Preparation for guided relaxation
The following section provides the script for a guided relaxation, typical of a basic yoga nidra practice. It allows the whole body to fully relax, it is beneficial for clearing your mind, relieving stress, eliminating tension and aiding peaceful sleep.
Make a recording of yourself (or a willing volunteer) reading this script in a slow and calming tone of voice, leaving a few seconds between each stage, for you to play back to yourself during your relaxation time.
You will be lying in the yoga pose called Savasana (corpse pose). Ensure that you are warm and comfortable and have somewhere quiet to lie flat on your back on a firm surface, such as a yoga mat on the floor or your bed.
Is this practice suitable for me?
While the strenuous, dynamic Vinyasa practice or prolonged holding of postures in an Iyengar class might not be for everyone, yoga nidra is something that virtually everyone, from children to seniors, can practise and benefit from. However, if you have any concerns about whether this is suitable for you then you should consult your health professional before trying it.
If you have any discomfort in your lower back whilst lying flat, you can try bending your knees and keeping your feet on the floor about hip distance apart, or use a bolster or pillow underneath your knees.
During pregnancy, it is advisable not to lie flat on your back for prolonged periods of time. This guided relaxation can be done whilst lying comfortably on your side with pillows for support, or whilst seated. If in any doubt, seek professional medical advice.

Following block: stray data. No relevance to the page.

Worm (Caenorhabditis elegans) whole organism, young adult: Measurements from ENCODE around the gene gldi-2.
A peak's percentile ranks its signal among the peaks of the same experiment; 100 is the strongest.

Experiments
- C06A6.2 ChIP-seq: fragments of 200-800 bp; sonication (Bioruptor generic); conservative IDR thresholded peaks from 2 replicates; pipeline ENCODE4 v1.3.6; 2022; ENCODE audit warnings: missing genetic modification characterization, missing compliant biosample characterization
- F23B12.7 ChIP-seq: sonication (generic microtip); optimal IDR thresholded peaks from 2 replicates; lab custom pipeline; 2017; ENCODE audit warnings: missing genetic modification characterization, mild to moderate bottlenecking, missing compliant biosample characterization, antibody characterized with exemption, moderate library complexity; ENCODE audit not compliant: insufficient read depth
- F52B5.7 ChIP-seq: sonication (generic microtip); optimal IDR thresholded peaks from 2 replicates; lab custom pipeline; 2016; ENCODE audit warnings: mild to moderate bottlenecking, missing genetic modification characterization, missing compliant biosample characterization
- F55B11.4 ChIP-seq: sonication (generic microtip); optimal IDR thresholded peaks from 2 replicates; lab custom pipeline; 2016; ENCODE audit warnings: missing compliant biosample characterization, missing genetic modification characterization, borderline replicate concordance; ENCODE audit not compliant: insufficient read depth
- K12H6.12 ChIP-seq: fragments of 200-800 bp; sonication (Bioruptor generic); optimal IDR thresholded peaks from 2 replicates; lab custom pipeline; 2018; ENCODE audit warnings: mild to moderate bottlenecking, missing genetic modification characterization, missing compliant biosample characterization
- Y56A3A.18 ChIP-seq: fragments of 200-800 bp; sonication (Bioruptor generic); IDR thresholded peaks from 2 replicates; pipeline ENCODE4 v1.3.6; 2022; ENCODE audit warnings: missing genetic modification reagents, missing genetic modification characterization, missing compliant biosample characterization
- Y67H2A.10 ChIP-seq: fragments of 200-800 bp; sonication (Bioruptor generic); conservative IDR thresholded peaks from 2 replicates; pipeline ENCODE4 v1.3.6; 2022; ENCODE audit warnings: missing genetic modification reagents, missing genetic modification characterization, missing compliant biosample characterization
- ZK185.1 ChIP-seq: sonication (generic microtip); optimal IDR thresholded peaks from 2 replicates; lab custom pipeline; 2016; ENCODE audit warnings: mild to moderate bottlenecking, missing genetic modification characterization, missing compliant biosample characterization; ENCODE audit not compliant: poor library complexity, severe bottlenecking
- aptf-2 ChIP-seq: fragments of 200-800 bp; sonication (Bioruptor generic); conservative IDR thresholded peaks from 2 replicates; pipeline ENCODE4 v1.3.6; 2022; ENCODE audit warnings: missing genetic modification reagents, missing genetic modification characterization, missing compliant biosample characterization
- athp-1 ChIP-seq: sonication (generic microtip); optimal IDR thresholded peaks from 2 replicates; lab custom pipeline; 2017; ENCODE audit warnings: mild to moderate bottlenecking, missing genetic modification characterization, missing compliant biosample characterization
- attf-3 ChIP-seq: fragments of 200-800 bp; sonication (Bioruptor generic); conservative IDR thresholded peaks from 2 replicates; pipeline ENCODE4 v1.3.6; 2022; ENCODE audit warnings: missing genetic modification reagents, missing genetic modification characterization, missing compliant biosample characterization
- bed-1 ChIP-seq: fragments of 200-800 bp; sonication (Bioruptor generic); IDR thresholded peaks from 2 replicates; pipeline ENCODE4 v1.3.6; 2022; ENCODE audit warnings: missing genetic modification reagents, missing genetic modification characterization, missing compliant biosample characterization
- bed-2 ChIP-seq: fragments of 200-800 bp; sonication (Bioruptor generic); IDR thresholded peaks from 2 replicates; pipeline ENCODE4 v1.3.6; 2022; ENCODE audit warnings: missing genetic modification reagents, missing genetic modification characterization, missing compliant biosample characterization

Guided Relaxation Script
Lie flat on your back with a neutral spine, keeping the back of your neck relaxed and long and in line with your spine.
Allow your legs to stretch out along the mat, then relax your legs and allow your feet to drop out to the sides. Relax your arms by your sides, slightly away from your body, with the palms of your hands facing up to the ceiling, making sure that your shoulders are away from your ears and you are not hunched.
Start to relax your body, breathing gently in and out through your nose. Try not to be distracted by any thoughts or sounds.
Take your time, there is no need to rush.
Flex both feet, pull your toes towards you, push your heels away, hold for a few seconds, then release.